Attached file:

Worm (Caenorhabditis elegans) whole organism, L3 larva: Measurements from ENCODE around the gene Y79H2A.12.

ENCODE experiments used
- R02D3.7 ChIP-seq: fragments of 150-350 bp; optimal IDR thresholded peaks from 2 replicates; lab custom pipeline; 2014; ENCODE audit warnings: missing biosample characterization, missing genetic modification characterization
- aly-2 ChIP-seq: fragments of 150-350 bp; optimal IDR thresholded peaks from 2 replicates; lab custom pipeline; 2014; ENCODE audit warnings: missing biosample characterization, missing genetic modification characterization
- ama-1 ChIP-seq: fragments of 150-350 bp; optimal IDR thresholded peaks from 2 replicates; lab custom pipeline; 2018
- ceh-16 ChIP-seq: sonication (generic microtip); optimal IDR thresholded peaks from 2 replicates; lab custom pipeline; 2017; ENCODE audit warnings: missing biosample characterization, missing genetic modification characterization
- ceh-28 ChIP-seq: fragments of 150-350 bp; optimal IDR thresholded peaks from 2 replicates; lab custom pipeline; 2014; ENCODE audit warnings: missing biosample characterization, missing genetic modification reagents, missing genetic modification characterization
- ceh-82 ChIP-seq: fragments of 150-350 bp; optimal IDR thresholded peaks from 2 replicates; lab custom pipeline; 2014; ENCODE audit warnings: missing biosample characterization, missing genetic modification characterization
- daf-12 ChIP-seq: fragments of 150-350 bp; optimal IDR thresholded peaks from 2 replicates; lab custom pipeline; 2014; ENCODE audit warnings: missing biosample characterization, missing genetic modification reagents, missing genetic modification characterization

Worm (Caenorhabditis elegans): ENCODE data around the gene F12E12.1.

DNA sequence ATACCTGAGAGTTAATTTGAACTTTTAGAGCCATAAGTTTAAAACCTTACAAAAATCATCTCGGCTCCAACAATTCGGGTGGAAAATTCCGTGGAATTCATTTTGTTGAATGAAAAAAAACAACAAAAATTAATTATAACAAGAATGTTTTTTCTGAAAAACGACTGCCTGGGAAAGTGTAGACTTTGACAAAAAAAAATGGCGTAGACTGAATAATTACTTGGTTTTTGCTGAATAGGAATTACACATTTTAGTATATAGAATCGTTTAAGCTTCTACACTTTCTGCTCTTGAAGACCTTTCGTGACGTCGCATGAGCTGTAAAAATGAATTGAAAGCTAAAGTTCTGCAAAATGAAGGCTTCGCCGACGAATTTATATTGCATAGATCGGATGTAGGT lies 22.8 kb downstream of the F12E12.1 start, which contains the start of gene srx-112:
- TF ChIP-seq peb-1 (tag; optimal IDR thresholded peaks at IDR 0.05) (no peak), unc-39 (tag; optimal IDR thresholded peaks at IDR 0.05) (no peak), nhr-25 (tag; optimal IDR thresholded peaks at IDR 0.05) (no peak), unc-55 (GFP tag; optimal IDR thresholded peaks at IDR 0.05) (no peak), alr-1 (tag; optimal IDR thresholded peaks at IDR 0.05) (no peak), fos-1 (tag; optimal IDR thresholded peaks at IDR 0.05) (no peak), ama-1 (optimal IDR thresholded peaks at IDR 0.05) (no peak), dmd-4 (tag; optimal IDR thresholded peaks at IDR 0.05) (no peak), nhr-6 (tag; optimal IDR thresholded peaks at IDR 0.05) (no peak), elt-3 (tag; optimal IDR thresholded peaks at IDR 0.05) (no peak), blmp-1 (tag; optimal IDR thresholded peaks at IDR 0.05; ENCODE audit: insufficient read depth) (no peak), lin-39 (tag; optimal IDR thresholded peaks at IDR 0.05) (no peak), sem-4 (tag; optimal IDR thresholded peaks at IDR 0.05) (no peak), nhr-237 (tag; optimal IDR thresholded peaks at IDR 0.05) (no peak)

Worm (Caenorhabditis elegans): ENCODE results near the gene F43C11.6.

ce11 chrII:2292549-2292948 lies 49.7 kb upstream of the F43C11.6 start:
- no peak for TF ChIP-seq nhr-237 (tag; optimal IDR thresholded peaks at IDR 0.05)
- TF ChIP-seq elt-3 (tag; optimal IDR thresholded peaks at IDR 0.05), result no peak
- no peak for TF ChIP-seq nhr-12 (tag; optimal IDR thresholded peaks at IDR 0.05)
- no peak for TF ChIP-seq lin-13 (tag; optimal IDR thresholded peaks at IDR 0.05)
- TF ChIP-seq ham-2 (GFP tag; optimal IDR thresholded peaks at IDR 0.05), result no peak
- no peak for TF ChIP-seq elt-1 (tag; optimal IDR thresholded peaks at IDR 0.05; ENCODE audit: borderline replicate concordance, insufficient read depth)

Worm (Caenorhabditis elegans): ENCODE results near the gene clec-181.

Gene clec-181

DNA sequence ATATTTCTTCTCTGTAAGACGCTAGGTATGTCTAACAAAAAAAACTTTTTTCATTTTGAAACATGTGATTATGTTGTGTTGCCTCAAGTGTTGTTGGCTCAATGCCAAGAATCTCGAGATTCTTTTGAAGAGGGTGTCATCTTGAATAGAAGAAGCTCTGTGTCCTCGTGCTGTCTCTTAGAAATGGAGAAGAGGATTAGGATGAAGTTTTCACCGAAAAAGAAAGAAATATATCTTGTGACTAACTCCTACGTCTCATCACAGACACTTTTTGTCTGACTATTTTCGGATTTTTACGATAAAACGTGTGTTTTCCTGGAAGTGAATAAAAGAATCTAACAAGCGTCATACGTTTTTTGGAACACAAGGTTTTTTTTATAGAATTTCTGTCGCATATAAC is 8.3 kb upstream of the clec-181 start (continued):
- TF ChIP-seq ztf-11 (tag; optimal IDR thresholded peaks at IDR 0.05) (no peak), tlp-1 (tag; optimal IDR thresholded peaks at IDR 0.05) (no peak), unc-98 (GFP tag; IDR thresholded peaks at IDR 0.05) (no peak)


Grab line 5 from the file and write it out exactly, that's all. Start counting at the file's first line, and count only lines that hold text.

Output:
- ama-1 ChIP-seq: fragments of 150-350 bp; optimal IDR thresholded peaks from 2 replicates; lab custom pipeline; 2018